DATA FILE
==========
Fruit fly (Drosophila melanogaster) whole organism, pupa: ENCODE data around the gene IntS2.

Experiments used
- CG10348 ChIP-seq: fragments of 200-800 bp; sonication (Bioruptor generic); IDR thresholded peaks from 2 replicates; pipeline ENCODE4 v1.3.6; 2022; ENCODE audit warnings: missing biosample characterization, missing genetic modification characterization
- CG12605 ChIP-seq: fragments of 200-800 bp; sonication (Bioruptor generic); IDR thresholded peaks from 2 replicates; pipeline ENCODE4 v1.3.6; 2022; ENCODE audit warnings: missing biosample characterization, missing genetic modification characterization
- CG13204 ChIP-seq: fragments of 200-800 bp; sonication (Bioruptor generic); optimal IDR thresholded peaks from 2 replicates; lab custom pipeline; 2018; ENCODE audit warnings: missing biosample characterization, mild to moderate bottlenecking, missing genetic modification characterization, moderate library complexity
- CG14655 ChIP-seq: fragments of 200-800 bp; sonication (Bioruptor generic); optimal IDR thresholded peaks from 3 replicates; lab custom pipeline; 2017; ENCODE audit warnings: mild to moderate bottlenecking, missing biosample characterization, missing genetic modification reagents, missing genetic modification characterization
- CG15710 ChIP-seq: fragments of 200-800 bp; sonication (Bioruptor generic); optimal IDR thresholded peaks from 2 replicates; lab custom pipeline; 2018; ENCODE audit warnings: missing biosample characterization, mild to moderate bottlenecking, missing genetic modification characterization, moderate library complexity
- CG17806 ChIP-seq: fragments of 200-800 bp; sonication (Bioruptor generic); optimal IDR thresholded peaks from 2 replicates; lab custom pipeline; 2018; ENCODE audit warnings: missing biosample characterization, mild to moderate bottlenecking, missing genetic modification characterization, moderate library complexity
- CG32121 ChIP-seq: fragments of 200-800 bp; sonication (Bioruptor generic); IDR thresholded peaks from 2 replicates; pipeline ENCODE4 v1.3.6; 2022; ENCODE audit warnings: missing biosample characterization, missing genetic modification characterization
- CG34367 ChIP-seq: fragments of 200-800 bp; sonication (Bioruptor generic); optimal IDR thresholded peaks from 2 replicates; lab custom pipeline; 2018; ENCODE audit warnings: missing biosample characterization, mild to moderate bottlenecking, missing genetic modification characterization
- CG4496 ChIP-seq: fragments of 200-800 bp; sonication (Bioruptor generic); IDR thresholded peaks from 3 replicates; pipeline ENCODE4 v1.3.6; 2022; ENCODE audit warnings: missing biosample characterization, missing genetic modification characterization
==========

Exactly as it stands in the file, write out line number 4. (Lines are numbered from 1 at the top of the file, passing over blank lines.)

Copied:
- CG12605 ChIP-seq: fragments of 200-800 bp; sonication (Bioruptor generic); IDR thresholded peaks from 2 replicates; pipeline ENCODE4 v1.3.6; 2022; ENCODE audit warnings: missing biosample characterization, missing genetic modification characterization